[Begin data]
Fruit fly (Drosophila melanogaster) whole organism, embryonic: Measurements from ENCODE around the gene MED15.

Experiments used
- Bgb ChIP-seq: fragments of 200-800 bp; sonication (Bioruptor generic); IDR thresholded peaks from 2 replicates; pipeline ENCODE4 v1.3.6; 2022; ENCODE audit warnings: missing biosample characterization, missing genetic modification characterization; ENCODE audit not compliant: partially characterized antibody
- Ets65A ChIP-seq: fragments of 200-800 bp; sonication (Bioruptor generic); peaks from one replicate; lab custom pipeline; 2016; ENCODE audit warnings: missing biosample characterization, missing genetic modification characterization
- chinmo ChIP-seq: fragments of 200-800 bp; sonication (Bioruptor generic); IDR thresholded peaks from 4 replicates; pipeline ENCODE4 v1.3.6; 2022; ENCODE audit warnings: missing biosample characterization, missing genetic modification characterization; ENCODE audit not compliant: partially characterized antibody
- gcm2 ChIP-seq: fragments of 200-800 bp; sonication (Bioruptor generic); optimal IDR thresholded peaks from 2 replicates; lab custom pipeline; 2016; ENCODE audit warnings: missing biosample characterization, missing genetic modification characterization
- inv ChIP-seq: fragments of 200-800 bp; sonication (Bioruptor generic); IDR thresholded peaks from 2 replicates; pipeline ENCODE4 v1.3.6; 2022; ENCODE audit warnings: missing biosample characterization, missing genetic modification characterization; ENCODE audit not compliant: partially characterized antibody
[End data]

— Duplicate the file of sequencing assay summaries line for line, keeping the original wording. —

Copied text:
Fruit fly (Drosophila melanogaster) whole organism, embryonic: Measurements from ENCODE around the gene MED15.

Experiments used
- Bgb ChIP-seq: fragments of 200-800 bp; sonication (Bioruptor generic); IDR thresholded peaks from 2 replicates; pipeline ENCODE4 v1.3.6; 2022; ENCODE audit warnings: missing biosample characterization, missing genetic modification characterization; ENCODE audit not compliant: partially characterized antibody
- Ets65A ChIP-seq: fragments of 200-800 bp; sonication (Bioruptor generic); peaks from one replicate; lab custom pipeline; 2016; ENCODE audit warnings: missing biosample characterization, missing genetic modification characterization
- chinmo ChIP-seq: fragments of 200-800 bp; sonication (Bioruptor generic); IDR thresholded peaks from 4 replicates; pipeline ENCODE4 v1.3.6; 2022; ENCODE audit warnings: missing biosample characterization, missing genetic modification characterization; ENCODE audit not compliant: partially characterized antibody
- gcm2 ChIP-seq: fragments of 200-800 bp; sonication (Bioruptor generic); optimal IDR thresholded peaks from 2 replicates; lab custom pipeline; 2016; ENCODE audit warnings: missing biosample characterization, missing genetic modification characterization
- inv ChIP-seq: fragments of 200-800 bp; sonication (Bioruptor generic); IDR thresholded peaks from 2 replicates; pipeline ENCODE4 v1.3.6; 2022; ENCODE audit warnings: missing biosample characterization, missing genetic modification characterization; ENCODE audit not compliant: partially characterized antibody